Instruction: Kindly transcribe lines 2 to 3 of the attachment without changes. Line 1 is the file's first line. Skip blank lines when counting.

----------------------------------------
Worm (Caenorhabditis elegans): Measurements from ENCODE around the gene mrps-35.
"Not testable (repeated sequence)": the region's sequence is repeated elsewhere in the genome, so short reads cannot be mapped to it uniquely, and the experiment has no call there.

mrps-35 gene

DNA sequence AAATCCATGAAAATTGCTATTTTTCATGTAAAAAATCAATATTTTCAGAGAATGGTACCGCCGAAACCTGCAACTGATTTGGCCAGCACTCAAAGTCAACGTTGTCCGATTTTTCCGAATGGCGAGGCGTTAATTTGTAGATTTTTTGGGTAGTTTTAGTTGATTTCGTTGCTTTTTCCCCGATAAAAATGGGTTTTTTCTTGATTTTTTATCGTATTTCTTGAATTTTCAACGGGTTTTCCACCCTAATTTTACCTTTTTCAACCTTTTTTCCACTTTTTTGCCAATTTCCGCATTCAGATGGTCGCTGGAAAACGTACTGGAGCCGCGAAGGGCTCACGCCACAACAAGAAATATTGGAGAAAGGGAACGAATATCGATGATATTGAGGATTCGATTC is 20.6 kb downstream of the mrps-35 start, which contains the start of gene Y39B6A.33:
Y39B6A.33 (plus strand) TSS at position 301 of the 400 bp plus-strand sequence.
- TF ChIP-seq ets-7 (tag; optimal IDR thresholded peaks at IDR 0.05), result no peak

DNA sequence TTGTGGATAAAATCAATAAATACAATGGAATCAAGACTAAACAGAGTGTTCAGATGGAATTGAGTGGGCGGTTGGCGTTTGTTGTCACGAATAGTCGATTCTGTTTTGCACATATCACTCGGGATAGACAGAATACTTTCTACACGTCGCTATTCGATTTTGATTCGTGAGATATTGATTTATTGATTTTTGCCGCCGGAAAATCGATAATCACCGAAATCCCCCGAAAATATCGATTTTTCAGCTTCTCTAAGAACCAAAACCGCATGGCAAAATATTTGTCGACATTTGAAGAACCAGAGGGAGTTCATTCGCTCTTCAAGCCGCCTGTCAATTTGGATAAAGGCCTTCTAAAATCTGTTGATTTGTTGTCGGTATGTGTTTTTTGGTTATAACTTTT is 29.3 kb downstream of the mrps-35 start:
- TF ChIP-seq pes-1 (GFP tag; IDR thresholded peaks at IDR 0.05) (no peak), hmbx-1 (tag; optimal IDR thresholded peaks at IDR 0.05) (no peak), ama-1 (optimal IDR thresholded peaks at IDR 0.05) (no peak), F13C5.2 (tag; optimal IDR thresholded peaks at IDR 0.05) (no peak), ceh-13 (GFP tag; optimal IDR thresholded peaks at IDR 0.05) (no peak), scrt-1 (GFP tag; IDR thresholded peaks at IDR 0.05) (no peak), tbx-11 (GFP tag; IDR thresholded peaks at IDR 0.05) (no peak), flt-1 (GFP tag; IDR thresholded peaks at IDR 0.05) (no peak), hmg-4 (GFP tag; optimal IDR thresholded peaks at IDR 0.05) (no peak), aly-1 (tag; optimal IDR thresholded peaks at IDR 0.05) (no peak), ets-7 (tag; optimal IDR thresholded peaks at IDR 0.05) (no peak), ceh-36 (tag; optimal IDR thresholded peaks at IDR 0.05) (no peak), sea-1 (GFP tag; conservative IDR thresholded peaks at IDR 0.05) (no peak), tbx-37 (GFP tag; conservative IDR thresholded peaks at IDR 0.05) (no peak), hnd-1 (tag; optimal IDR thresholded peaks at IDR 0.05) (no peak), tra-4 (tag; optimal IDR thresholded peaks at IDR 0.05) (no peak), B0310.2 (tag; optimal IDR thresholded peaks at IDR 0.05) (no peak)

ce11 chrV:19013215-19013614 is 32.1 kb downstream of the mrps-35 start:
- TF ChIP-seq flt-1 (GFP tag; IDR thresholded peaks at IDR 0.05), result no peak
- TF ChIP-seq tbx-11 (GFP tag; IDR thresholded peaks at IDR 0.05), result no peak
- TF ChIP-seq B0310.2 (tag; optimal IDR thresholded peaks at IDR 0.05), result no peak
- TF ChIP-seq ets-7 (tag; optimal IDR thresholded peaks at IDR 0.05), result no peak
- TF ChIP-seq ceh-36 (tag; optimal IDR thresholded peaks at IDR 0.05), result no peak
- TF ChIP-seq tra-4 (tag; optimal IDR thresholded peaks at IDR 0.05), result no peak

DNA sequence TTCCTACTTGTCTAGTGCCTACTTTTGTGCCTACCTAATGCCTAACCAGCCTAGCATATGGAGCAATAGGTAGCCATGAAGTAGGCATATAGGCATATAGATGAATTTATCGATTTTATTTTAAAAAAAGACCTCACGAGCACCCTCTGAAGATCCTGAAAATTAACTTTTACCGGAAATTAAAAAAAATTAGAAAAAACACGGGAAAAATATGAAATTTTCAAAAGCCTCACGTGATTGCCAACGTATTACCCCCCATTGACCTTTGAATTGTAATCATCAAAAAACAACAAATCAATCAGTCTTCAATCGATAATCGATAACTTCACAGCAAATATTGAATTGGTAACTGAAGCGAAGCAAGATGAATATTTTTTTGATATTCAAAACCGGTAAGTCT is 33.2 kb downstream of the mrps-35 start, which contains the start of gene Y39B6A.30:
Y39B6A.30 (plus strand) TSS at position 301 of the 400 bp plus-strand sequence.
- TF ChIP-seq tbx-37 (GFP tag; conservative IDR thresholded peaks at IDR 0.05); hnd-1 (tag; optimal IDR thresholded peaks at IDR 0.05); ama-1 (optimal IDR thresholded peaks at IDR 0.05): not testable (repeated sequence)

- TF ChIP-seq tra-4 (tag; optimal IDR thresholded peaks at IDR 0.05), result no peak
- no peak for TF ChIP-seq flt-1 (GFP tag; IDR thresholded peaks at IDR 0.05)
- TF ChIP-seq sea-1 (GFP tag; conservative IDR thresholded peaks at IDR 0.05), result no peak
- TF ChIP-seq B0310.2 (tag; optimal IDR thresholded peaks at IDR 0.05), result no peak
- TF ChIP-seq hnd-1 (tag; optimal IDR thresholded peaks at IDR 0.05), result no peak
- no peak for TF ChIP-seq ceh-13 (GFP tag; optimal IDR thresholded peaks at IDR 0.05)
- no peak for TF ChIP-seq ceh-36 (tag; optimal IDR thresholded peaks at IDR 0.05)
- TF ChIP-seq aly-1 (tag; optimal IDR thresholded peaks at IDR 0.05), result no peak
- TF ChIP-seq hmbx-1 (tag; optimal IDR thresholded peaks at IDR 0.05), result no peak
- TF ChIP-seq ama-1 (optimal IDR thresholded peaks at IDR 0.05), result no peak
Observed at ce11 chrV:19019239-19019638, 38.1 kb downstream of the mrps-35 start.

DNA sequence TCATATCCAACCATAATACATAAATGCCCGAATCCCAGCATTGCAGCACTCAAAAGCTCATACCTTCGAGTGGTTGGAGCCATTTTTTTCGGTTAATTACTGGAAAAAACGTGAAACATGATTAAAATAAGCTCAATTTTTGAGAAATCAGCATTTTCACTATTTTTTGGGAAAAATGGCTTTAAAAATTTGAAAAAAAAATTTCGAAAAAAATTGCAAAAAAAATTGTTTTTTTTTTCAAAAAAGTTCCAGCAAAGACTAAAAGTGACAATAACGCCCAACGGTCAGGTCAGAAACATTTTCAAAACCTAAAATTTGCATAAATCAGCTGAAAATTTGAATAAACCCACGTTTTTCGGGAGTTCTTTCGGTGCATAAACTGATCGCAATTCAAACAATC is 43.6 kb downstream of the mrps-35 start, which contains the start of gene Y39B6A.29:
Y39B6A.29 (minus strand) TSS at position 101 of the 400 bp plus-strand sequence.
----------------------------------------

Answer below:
"Not testable (repeated sequence)": the region's sequence is repeated elsewhere in the genome, so short reads cannot be mapped to it uniquely, and the experiment has no call there.

mrps-35 gene